Reading though Andrew White’s A History of the Warfare of Science with Theology in Christendom I finally found the references I was looking for; the Genesis mythology at the beginning of the Bible is little more than Chaldean/Babylonian creation myths, just brought into a new religion. I had long known that the conflicting Genesis stories had their roots in the mythology of other groups, eventually incorporated into the Jewish faith, but I had not heard much beyond this (and now I’m going to have to read George Adam Smith’s The Chaldean Account of Genesis, among other things). The relationship between the earlier myths and Genesis has been long known (at least since White published his book in 1897), and coming across it again reminds me that (at least in my view) we should make greater use of theology and archeology in refuting creationism. Many opponents of creationism (myself included) focus on the scientific side of things; how the account in Genesis could not possibly have occurred in the way it is interpreted by groups like Answers in Genesis. Rarely, if ever, is the subject brought up that we know that Genesis is not a unique or telling story at all, linking it to earlier belief systems. Likewise, if the creationists claim that the earth was created in the year 4,004 B.C., then we should point to archaeological evidence of the people who existed and had civilizations during that time. Indeed, ancient history proves absolutely key refutations to young-earth-creationist dogma, and I think anyone who wishes to combat creationism should become well-versed in the theological and historical realities that show Genesis to be nothing more than another string of ancient thought whose sole virtue is reflecting the beliefs and thoughts of people during the time Genesis was conjured up.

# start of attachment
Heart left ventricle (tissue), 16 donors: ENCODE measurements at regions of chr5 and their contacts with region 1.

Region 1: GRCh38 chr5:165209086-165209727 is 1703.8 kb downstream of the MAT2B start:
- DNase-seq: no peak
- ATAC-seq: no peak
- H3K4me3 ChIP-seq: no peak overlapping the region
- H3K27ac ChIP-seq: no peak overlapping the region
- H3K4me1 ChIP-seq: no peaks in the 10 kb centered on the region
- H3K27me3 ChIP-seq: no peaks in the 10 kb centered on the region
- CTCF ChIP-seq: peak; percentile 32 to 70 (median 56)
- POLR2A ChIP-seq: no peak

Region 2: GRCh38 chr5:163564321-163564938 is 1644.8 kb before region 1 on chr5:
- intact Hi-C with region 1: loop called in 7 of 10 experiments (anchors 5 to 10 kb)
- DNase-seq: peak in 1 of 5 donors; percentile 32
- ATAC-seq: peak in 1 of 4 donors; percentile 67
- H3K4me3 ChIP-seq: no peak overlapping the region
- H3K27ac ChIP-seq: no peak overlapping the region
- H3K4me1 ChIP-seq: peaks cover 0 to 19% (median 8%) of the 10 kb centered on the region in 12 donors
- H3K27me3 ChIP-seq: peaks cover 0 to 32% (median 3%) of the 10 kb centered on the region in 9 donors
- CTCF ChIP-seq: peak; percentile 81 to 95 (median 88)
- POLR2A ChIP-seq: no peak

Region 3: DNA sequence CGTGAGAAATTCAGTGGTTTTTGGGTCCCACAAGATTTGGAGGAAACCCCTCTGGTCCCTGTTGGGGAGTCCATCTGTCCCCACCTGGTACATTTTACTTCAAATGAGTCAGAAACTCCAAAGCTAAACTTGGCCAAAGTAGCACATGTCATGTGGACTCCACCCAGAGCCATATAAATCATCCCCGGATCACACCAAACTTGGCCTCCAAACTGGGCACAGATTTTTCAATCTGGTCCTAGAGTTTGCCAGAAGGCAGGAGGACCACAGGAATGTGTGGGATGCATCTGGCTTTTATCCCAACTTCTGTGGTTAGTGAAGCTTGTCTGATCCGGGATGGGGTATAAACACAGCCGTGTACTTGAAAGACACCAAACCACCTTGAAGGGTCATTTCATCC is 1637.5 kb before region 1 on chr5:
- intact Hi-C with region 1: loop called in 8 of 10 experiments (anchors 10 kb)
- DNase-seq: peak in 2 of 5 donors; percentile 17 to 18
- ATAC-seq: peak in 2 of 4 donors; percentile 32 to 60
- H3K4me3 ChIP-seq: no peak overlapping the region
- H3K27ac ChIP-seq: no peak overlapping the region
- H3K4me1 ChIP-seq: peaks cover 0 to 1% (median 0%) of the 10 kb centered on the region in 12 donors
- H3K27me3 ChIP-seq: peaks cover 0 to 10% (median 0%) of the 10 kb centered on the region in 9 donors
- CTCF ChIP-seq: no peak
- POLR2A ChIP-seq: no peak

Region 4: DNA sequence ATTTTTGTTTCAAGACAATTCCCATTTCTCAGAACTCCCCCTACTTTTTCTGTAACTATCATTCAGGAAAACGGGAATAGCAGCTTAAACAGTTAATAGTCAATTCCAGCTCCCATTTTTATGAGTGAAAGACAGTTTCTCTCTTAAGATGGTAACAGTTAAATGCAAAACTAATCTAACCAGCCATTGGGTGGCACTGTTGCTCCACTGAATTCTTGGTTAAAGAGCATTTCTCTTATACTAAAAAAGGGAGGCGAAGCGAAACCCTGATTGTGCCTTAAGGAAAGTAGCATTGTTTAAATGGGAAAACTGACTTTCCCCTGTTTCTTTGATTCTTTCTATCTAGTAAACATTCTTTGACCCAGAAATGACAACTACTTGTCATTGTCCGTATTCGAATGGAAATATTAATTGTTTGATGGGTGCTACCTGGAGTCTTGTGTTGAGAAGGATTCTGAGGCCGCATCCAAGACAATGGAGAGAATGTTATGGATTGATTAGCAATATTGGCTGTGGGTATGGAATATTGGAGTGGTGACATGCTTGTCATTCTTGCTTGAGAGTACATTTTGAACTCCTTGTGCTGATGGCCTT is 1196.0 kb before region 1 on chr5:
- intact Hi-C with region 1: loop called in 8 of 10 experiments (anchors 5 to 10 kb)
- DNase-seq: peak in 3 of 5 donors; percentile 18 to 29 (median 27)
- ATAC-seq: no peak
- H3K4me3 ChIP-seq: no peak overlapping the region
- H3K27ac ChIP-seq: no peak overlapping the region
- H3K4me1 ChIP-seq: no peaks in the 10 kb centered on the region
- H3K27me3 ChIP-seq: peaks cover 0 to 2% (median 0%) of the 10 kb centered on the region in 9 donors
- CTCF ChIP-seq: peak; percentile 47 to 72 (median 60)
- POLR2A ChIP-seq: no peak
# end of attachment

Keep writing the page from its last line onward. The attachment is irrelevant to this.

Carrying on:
Even beyond this, the Bible is a vastly outdated book, reflecting a square, flat world of relatively small size, the stars, sun and moon hung from the vault of heaven, and the Gospel having been told to every creature & every man of every land (even if there was another side to the world or the world was a sphere, theologians argued, there could be no people there as the Gospel was never preached there). Modern apologists over gloss over passages referring to this archaic world as being poetic, or try to change their meaning through wordplay, but the fact of the matter is that the natural world as described in the various books of the Bible does not accurately reflect what we now know to be true. If young-earth-creationists are going to reject Darwin, why not Newton or Copernicus as well? Truth be told, both men (and nearly any other who dared hypothesize about something that was not in line with religious orthodoxy) were vehemently opposed in their time, even though groups like AiG try to co-opt the faith that these men had to prove that the best scientists are Christian ones. Again and again, creationists prove that they do not know their own history, nor the history of science, and I think that those concerned with evolution/creationism should start using this ignorance to our advantage.